Making an extra seven-hundred bucks isn’t keeping the lights on, but I’ll take it.
Quenching the thirst of shiny-object syndrome is an on-going race of time versus effort, for me. I love the creation process, shaping new ideas into little executable nuggets that when consumed, create little ah-ha! moments for a new audience. Over the years, I’ve launched a lot of side hustles that end up becoming part of my main stream business. My podcast, for example, was one of those “testing the waters” things.
In today’s article, I hope to answer some of the questions that allow you to configure a side hustle to your side hustle, and how to level it up to becoming a solid source of revenue.
It’s that time again where I catch up with my good friend, Jake Goldman.
Jake runs a distributed agency called 10up, well known for their contributions to WordPress core and portfolio projects leveraging our favorite content management system. It’s been two years since the last time Jake was on the show, plotting out the roadmap for his then recently launched products.
It’s been nearly three years since I last interviewed Mason here on the show, which is far too long for someone that delivers great insights into our industry.
Mason runs a company called Valet and recently rolled out a new SaaS offering called Valet Metrix, which literally makes the web a better place. Full disclosure, they were also a sponsor of Season 4 of the Matt Report.
Getting a lesson on open source “laws” from Richard Best of WP and Legal Stuff is the perfect way to end Season 4 of The Matt Report podcast.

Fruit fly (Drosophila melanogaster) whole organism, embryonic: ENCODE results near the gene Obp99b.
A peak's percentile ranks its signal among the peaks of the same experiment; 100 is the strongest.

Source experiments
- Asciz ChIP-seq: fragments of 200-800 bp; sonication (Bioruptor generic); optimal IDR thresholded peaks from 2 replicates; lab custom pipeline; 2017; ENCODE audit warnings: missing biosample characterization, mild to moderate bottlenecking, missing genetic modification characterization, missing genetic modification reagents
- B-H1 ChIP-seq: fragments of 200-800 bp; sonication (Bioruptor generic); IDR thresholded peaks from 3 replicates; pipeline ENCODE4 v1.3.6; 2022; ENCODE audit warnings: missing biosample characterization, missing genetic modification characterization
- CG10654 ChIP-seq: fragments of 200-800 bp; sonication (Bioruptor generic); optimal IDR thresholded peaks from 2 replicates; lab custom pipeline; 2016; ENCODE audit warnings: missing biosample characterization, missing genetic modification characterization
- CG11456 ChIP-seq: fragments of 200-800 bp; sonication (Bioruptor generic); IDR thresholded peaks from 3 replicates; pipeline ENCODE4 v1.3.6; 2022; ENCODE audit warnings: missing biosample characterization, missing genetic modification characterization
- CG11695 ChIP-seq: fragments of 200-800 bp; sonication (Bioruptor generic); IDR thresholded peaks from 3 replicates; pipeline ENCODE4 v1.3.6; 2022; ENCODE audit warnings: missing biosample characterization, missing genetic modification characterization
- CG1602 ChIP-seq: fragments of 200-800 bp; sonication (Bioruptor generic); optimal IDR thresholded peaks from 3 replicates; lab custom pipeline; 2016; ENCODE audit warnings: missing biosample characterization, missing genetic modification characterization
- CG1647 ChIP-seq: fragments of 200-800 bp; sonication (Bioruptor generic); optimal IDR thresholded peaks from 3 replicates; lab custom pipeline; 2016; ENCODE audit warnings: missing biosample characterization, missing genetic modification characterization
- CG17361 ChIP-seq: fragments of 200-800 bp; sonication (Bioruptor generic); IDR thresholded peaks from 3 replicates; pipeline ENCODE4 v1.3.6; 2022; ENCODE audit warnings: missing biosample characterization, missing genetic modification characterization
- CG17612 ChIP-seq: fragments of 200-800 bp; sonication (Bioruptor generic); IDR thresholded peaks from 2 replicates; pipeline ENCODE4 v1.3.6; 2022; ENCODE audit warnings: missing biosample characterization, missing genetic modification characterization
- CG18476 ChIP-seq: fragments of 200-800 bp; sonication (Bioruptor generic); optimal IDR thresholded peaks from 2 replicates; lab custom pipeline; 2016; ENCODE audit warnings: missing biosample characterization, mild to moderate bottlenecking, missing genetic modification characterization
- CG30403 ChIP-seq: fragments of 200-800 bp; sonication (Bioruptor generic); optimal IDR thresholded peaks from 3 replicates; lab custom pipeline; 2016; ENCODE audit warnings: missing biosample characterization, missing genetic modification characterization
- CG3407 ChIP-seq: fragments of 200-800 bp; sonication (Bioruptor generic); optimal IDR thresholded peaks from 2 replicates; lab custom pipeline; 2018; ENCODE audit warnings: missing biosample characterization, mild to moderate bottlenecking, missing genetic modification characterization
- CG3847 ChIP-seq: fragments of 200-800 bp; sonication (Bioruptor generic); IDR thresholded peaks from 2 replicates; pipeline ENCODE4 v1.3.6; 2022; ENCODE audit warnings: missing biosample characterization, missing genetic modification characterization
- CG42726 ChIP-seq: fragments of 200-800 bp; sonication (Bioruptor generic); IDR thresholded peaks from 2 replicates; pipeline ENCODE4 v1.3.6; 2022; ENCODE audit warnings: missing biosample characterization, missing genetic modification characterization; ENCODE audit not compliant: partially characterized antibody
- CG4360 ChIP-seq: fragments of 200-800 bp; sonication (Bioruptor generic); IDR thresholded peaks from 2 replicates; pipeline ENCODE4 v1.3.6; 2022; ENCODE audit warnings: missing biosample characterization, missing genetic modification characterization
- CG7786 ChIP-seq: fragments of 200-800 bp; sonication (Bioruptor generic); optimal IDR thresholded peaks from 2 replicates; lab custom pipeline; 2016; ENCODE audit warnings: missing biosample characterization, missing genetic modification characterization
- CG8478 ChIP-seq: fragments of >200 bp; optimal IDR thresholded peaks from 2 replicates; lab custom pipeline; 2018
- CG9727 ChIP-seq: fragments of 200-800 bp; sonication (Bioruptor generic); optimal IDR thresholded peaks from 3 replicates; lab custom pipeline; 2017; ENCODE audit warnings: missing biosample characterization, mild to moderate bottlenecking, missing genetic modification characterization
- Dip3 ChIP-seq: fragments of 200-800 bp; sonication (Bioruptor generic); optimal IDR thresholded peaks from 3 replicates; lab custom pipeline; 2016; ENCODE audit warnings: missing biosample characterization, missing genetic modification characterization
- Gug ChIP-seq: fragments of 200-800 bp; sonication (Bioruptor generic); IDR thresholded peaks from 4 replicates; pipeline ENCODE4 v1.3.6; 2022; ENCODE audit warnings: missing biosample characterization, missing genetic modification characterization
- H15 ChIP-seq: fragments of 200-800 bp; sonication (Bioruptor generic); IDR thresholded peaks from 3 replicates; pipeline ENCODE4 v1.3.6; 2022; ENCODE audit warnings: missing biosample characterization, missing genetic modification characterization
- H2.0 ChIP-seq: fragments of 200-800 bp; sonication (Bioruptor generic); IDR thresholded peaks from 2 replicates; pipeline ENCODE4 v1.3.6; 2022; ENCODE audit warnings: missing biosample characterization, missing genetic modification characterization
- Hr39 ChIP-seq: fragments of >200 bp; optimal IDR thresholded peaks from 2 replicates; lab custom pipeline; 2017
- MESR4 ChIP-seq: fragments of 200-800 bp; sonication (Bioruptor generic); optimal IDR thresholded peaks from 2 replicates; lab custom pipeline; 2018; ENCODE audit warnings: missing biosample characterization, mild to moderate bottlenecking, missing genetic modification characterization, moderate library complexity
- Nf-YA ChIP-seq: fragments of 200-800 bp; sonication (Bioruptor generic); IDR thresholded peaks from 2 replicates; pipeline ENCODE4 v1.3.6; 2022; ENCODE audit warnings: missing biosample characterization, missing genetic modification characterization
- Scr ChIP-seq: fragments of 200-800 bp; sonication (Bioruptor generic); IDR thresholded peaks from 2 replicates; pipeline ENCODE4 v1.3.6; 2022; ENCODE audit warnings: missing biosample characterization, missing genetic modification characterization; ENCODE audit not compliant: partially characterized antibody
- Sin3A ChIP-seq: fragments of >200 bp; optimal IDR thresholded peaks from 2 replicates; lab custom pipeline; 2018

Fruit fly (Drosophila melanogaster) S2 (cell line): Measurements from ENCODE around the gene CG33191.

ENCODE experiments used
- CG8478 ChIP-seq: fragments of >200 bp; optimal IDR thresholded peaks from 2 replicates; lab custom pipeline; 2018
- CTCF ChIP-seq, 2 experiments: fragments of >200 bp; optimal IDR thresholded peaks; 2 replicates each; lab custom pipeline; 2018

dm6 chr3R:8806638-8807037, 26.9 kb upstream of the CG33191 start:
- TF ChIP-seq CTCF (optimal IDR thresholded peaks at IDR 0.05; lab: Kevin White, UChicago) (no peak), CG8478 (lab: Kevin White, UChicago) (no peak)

I’ve admired Richard’s work from afar for quite a while. His e-book, A Practical Guide to WordPress & the GPL, is a must-have for anyone launching a product business within the WordPress marketspace. We distill the tricky GPL topics like, forking someone else’s product and using it for your own business, and what exactly do you have to attribute with the GPL.
Doubling your agency rate is a great way to grow your business. Even if you’re a beginner freelancer, moving from $50/hr to $75/hr can start to move the needle considerably. Sounds obvious, but so many people that I talk to still won’t take the leap.
WordPress support companies are one of the fastest growing business models that I’ve seen in our space in quite some time.
The concept being, for a monthly fee, you get a dedicated WordPress support company that can tackle all of your technical needs — around your WordPress website. Here’s the issue, it’s easy to start a company like this, but it’s not easy to keep it sustainable.
How do you survive as a business owner? That’s what Ryan Sullivan of WP Site Care joins us to talk about on today’s episode.